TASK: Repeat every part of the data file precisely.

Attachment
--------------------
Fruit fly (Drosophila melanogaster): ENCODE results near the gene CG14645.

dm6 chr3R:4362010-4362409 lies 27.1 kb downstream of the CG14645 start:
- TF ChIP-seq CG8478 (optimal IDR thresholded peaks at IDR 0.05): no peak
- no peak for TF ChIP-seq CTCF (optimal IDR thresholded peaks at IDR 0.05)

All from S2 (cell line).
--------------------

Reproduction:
Fruit fly (Drosophila melanogaster): ENCODE results near the gene CG14645.

dm6 chr3R:4362010-4362409 lies 27.1 kb downstream of the CG14645 start:
- TF ChIP-seq CG8478 (optimal IDR thresholded peaks at IDR 0.05): no peak
- no peak for TF ChIP-seq CTCF (optimal IDR thresholded peaks at IDR 0.05)

All from S2 (cell line).